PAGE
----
Steel control by X-fluorescence
A radioactive source is used to bombard a steel pellet whose composition is to be checked. Upon penetrating the sample, the rays excite the inner layers of the metal atoms, causing the emission of characteristic X-rays. Some of these rays emerge from the surface and can be detected. In the example of the figure, molybdenum (Mo), chromium (Cr) and nickel (Ni) X-rays are identified alongside the predominant iron X-rays.
© DR

Because of the fears it inspires, radioactivity is considered in the collective unconscious as hostile to the environment. However, well mastered, it helps to improve it thanks to precious controls.

One example is the air quality and dust content monitoring of factory releases. To measure the degree of dust resulting from these releases, the air is constantly filtered on a ribbon running between a radioactive source and a detector. The intensity of the radiation received by the detector depends on the dust deposited on the filter. This makes it possible to determine this rate and take the necessary measures if the degree of dust is too high.

Radioactive gauges play a similar watchdog role in the coal industry, which accounts for more than half of the world’s electricity production. Some neutron emitting gauges (typically americium-241 and berylium) measure and control the moisture present in coal and coke. Others, which emitting gamma rays, are used to ascertain the composition of the ashes and of the combustion gases coming out of the chimneys. It is important to limit the amount of sulfides and nitrides present in these gases and ashes, because of the negative role these contaminants play in acid rains.

More generally and apart from environmental considerations, it is necessary in many industrial processes to determine the composition of minerals or materials used in products manufacturing. The property of X-ray fluorescence (emission of characteristic X-rays by atoms under the effect of radiation) is often used to this effect. For instance, this helps to guarantee the constant quality of a steel coating or to follow the good progress of a chemical process. A combination of radiation filters can be used to sort the X-rays and facilitate the identification of the atoms present in a complex mixture of minerals or components.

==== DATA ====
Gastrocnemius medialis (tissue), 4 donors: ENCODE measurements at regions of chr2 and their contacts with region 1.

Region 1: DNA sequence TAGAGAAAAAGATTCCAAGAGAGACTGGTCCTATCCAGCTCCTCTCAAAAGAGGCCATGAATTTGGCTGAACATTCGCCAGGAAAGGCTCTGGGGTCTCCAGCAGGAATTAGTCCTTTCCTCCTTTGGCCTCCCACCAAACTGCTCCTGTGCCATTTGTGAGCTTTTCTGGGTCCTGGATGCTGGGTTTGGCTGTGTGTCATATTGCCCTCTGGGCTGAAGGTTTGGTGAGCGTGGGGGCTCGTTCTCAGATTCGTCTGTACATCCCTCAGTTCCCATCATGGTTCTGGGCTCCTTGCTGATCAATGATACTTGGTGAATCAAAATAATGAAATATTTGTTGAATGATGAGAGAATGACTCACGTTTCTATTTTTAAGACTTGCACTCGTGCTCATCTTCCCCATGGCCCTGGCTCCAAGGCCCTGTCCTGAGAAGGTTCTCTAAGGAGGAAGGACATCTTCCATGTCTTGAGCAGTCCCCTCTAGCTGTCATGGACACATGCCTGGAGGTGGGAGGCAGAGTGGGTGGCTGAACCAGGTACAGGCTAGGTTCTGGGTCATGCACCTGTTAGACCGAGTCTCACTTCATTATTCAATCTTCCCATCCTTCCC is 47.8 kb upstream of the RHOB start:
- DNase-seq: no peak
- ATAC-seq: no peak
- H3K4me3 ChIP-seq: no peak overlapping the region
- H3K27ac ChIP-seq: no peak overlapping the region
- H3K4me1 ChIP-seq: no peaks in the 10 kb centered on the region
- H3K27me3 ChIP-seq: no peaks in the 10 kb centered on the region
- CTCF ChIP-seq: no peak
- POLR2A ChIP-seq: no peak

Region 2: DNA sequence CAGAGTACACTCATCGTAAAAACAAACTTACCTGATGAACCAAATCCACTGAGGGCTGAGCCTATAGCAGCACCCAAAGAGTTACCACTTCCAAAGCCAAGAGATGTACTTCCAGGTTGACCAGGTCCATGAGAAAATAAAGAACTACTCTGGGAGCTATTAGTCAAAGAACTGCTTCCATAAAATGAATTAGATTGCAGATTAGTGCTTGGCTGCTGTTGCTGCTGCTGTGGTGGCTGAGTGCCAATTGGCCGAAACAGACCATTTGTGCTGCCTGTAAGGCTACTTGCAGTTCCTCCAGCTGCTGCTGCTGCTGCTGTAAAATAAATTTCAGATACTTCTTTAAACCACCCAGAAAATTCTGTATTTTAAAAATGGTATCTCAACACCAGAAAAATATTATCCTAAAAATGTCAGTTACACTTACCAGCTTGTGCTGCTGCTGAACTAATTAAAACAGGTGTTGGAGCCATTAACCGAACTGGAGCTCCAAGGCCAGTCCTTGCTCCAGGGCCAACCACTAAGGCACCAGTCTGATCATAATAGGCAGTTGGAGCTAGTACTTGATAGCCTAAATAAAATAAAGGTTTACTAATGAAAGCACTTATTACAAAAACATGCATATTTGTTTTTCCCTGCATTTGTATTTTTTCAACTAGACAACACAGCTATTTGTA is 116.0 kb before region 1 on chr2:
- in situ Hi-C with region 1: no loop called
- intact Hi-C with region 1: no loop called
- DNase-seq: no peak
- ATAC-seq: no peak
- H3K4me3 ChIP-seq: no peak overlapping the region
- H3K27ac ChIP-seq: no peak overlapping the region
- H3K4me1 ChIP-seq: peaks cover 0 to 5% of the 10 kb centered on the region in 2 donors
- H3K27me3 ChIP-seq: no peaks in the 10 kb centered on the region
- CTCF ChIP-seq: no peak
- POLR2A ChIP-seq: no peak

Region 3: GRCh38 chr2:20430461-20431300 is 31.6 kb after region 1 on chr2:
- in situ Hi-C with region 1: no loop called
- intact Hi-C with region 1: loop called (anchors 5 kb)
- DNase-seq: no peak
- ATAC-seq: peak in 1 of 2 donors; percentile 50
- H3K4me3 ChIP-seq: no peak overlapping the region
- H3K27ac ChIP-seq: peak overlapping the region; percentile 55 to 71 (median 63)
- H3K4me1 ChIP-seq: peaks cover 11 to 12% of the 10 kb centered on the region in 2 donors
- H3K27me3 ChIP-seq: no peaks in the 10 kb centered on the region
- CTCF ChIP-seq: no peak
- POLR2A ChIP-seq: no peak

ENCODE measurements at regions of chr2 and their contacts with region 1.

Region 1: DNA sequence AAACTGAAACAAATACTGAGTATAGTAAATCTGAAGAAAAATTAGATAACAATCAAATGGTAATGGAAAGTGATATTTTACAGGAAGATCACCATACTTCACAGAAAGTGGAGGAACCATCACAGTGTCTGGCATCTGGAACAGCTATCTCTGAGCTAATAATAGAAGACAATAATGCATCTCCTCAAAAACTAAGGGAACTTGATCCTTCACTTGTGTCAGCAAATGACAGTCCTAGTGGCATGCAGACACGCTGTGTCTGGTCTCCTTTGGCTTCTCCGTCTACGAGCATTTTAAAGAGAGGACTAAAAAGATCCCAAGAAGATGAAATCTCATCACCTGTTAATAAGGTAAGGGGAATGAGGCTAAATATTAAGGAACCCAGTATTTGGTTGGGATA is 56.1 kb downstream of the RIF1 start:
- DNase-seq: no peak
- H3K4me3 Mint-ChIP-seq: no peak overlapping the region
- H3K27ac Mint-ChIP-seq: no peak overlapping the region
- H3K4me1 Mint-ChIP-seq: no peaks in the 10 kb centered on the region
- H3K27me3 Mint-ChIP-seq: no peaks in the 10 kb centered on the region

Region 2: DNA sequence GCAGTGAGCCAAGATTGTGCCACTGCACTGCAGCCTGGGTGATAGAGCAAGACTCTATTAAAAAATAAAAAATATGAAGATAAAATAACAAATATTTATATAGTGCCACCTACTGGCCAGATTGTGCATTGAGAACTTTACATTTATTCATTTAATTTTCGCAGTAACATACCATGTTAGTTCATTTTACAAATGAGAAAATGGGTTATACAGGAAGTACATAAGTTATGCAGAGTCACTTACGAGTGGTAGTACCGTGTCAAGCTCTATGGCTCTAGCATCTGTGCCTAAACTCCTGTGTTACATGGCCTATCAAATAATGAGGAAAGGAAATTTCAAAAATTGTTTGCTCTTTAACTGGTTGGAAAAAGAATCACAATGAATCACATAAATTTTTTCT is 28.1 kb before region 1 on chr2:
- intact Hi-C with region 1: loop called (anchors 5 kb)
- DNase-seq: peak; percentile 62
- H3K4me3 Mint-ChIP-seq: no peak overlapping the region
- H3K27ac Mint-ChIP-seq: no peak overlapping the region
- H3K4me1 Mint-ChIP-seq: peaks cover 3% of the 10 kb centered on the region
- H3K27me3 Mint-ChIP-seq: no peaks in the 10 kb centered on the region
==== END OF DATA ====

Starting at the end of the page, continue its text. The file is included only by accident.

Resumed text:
Radioactive sources are used as diagnostic tools during refining operations which constitute an important part of the petroleum industry. As it is difficult to introduce and maintain probes inside the distillation towers whereextreme conditions prevail, gamma probes can be installed outside the towers and moved vertically to follow the liquid levels inside, record the composition of the ingredients at various heights and detect malfunctions.

Principle of moisture and hydrocarbon research
Water and hydrocarbons are rich in hydrogen, the most efficient nucleus able to slow down neutrons. To measure the amount of hydrogen underground, a probe is introduced with a source of neutrons which delivers brief pulses of fast neutrons into the soil. The source is associated with a slow neutron detector. The abundance of hydrogen-rich materials is measured by the flow of slow neutrons returning detected shortly after the pulse.
© Melonou

In geology and in particular for petroleum prospecting, radioactive sources are used for exploring the properties of soils, to measure their density or detect the presence of water or hydrocarbons.

Diagraphy principle
A diagraphy consists in characterizing, after a drilling, the characteristics of the drilled rocks, using different probes. Some diagraphies use gamma or neutron sources placed in the probe. There are “logging while drilling “, when the characteristics are recorded during drilling. There are also deferred logs, the characteristics of the formation being recorded a posteriori after the drilling,

Diagraphy or “well logging” allows to study the geological properties of undergrounds by introducing a probe including a gamma source (cobalt 60, césium 137 …) or a neutrons source (américium-béryllium ou de californium-252). In the first case, the gamma backscattering is used for density and composition measurements, in the second case the slowing down of the neutrons allows to detect the presence of hydrogen.